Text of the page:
Gujarat introduces death penalty for toxic alcohol

A hooch tragedy victim being taken to hospital Illicit liquor has killed many people in Gujarat over the years

Related Stories

The illegal manufacture and sale of toxic alcohol in the western Indian state of Gujarat will now be punishable by death.

The governor of the state, Kamala Beniwal, has given her assent to the new law after keeping it on hold for more than two years.

Gujarat has witnessed many incidents of people dying after consuming poison alcohol.

The government says the law will deter those involved in the illegal trade.

Gujarat is the only state in India where alcohol is totally prohibited by law.

The state legislative assembly passed the new stringent bill after scores of people died in one incident in 2009. But the governor refused to sign it into law.

Correspondents say she wanted the provision of the death penalty to be dropped from the bill, but the state government did not agree.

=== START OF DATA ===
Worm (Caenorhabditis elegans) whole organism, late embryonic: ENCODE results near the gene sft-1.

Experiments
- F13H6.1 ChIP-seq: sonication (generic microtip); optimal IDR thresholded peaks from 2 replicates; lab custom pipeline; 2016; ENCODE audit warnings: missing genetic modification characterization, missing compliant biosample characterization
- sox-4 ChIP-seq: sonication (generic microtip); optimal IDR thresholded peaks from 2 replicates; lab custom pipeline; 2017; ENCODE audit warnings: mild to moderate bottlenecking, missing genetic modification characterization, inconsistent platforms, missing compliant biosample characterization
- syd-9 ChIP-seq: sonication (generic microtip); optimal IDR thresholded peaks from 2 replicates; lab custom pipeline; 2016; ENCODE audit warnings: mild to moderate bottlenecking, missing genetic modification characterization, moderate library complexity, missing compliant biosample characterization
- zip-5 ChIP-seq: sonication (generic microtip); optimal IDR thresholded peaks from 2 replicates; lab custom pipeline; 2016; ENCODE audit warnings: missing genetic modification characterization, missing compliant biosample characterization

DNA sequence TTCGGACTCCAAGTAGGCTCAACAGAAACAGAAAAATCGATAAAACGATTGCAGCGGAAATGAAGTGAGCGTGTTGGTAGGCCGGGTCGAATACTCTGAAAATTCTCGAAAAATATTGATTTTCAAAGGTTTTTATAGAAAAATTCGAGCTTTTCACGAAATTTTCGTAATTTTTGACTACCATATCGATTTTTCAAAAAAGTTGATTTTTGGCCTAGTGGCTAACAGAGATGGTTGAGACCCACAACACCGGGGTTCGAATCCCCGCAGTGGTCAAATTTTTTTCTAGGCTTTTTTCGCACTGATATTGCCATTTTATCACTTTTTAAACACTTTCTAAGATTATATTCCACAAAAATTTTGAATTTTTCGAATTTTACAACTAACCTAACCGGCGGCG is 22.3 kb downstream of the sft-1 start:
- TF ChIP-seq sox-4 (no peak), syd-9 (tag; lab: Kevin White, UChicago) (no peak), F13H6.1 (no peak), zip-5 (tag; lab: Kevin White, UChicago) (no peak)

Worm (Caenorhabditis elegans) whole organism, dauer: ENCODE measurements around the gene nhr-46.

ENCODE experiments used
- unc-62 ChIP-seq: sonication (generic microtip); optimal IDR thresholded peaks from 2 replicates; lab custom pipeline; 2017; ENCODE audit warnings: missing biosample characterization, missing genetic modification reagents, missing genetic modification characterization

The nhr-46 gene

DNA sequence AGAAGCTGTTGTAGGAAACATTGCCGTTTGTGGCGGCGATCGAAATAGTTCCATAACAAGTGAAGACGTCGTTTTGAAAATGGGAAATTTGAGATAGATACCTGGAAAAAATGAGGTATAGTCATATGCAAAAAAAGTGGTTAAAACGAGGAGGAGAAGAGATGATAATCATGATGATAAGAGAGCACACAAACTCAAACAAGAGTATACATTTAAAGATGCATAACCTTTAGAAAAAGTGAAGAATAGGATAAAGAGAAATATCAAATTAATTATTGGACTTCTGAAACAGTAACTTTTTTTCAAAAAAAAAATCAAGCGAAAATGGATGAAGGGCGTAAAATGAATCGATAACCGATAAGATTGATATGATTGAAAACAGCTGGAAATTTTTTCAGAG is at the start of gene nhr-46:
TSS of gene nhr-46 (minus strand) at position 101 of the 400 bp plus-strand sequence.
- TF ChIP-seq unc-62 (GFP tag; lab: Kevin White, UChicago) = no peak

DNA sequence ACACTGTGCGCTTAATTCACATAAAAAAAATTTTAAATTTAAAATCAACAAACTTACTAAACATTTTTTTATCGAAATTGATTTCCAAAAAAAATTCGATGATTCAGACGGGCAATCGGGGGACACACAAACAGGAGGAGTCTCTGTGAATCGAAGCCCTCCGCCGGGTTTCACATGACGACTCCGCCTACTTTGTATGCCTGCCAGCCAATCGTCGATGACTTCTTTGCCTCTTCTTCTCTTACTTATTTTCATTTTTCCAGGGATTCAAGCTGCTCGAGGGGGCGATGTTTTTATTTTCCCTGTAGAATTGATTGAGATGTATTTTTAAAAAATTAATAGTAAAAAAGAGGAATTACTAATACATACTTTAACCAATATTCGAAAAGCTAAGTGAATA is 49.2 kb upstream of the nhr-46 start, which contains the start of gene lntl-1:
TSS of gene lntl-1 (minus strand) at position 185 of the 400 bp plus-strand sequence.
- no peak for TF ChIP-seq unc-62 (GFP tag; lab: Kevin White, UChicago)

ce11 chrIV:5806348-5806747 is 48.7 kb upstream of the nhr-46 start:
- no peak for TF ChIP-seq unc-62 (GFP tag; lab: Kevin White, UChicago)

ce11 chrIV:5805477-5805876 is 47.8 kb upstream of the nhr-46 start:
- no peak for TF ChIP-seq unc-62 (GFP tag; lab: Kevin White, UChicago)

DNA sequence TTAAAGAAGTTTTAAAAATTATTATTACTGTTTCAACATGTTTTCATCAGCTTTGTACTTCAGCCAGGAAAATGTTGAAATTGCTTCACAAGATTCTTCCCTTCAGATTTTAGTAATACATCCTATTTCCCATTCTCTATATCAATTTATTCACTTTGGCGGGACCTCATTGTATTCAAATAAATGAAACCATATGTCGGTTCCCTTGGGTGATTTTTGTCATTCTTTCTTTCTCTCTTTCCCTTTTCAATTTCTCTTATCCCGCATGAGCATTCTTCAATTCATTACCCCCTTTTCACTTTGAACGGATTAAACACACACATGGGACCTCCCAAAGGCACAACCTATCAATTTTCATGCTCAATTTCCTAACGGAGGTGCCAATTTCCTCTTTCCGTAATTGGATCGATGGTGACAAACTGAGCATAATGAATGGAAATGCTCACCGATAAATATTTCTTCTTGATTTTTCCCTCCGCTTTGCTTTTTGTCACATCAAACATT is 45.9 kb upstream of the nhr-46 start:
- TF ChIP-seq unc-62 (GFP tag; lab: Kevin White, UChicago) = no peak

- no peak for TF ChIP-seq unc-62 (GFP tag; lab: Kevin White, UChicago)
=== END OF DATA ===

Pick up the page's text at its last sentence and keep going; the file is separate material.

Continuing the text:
It was then referred to the central government for "legal opinion", and the governor gave her approval only after getting the nod from Delhi.

The law will also allow the authorities to impound and auction vehicles used for transporting contraband.

Poor victims

Illegal alcohol - commonly called desi daroo or country-made liquor in Gujarat - is usually sold in 200ml plastic pouches for 10 rupees (20 cents) each. The majority of the consumers are poor, daily wage workers.

The pouches are transported into the state's main city, Ahmedabad, by couriers on motorcycles and scooters. Sometimes they slip into the state capital carrying jerry cans containing the alcohol.

The alcohol is then sold from shantytown shacks which dot the city.

Local residents and journalists allege that the police are on the take and collect "protection money" from the dealers.

Gujarat's toxic liquor is usually spiked with methyl alcohol and industrial spirits which can lead to fits, vomiting and death.

More on This Story

Related Stories

The BBC is not responsible for the content of external Internet sites

More India stories

RSS

Features

BBC © 2014 The BBC is not responsible for the content of external sites. Read more.

This page is best viewed in an up-to-date web browser with style sheets (CSS) enabled. While you will be able to view the content of this page in your current browser, you will not be able to get the full visual experience. Please consider upgrading your browser software or enabling style sheets (CSS) if you are able to do so.